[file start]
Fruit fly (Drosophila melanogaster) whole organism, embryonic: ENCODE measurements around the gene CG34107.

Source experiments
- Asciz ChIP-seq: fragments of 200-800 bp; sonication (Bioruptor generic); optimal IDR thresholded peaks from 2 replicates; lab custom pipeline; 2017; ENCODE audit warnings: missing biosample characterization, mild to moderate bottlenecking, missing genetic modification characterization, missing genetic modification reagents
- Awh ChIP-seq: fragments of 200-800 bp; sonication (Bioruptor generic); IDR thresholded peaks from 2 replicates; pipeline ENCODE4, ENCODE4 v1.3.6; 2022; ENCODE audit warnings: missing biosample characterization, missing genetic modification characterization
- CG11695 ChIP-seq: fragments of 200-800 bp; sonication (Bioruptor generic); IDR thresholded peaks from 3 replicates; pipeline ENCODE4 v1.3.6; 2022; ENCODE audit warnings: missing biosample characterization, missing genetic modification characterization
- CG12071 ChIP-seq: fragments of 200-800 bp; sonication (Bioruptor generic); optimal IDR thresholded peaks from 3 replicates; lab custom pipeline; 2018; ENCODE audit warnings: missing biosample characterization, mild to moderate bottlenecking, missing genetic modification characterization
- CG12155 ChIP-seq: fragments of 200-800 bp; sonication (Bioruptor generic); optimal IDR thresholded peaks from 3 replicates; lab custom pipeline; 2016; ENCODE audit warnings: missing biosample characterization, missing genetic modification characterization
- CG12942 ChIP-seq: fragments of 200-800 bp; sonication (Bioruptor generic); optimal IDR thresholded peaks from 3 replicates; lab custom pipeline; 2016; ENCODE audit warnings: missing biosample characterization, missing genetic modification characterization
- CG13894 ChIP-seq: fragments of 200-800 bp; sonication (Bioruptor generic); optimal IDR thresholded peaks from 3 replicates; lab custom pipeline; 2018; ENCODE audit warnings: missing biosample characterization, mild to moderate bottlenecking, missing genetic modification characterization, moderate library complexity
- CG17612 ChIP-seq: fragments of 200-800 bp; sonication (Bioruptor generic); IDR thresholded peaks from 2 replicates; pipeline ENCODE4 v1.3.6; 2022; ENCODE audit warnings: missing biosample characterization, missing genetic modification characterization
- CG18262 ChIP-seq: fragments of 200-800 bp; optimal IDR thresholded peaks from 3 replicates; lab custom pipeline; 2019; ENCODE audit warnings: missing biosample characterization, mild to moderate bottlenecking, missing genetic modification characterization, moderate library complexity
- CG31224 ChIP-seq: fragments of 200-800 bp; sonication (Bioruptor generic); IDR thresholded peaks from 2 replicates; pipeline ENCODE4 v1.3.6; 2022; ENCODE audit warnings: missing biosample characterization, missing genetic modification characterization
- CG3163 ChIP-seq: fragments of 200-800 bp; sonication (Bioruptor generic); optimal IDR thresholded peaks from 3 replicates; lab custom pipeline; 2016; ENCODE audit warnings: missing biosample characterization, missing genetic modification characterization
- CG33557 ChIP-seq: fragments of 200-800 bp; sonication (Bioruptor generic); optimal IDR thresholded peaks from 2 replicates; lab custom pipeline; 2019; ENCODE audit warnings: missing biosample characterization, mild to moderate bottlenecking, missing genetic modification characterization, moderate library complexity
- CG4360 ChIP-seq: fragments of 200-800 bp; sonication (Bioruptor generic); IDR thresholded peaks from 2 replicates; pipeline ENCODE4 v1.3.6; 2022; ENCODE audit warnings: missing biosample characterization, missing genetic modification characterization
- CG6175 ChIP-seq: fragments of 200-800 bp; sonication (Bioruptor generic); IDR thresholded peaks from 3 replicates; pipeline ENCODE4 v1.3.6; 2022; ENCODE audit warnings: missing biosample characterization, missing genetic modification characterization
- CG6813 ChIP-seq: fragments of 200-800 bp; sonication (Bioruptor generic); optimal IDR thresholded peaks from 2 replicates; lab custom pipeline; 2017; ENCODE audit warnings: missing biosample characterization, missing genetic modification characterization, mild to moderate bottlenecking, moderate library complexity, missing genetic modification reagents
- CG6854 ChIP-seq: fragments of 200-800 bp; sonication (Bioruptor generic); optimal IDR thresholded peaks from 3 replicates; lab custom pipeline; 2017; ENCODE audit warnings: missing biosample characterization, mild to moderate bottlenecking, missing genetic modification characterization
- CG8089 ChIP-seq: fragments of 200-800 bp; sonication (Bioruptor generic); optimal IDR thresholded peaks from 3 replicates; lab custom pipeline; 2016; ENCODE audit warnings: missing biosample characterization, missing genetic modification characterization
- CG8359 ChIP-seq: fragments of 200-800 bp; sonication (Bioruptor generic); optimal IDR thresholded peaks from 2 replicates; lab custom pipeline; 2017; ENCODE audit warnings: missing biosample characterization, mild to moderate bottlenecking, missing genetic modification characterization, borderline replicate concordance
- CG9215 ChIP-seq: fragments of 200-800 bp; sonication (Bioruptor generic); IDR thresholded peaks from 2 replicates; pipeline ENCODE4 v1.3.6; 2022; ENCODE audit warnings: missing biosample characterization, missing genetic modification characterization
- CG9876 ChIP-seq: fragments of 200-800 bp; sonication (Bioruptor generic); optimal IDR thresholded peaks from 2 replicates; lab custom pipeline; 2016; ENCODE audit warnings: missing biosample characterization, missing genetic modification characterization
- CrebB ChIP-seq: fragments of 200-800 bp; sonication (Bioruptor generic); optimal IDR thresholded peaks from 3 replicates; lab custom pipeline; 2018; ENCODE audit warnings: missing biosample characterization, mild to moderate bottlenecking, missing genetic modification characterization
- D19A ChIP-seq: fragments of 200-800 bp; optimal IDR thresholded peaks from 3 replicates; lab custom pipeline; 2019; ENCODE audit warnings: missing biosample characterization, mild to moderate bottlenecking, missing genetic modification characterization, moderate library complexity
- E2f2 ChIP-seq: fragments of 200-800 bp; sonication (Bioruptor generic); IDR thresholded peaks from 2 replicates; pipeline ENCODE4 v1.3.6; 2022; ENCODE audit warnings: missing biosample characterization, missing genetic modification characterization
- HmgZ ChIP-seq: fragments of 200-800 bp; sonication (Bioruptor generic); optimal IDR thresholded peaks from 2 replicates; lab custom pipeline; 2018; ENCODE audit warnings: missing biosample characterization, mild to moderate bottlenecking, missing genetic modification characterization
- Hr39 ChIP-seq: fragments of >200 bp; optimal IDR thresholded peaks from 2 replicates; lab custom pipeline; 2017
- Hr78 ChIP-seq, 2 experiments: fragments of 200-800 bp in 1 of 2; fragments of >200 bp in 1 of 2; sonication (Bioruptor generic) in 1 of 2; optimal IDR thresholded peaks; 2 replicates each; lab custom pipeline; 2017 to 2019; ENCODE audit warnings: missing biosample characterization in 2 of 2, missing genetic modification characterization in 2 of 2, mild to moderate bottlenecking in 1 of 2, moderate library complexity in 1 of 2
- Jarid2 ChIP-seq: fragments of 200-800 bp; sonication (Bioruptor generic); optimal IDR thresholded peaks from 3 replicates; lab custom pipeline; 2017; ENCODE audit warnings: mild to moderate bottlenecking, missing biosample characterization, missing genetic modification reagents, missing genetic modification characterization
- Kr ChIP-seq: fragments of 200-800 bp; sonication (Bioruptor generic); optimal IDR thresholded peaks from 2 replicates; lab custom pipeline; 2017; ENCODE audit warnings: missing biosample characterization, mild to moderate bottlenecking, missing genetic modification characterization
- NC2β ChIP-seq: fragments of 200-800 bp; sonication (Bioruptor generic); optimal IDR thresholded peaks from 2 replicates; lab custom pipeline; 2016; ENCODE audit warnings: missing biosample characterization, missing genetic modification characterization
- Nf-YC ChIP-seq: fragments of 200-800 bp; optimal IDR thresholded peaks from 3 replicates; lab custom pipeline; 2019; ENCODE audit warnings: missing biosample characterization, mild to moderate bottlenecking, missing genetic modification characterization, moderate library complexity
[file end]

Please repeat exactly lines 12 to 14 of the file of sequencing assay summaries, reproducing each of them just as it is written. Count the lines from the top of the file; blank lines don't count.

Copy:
- CG31224 ChIP-seq: fragments of 200-800 bp; sonication (Bioruptor generic); IDR thresholded peaks from 2 replicates; pipeline ENCODE4 v1.3.6; 2022; ENCODE audit warnings: missing biosample characterization, missing genetic modification characterization
- CG3163 ChIP-seq: fragments of 200-800 bp; sonication (Bioruptor generic); optimal IDR thresholded peaks from 3 replicates; lab custom pipeline; 2016; ENCODE audit warnings: missing biosample characterization, missing genetic modification characterization
- CG33557 ChIP-seq: fragments of 200-800 bp; sonication (Bioruptor generic); optimal IDR thresholded peaks from 2 replicates; lab custom pipeline; 2019; ENCODE audit warnings: missing biosample characterization, mild to moderate bottlenecking, missing genetic modification characterization, moderate library complexity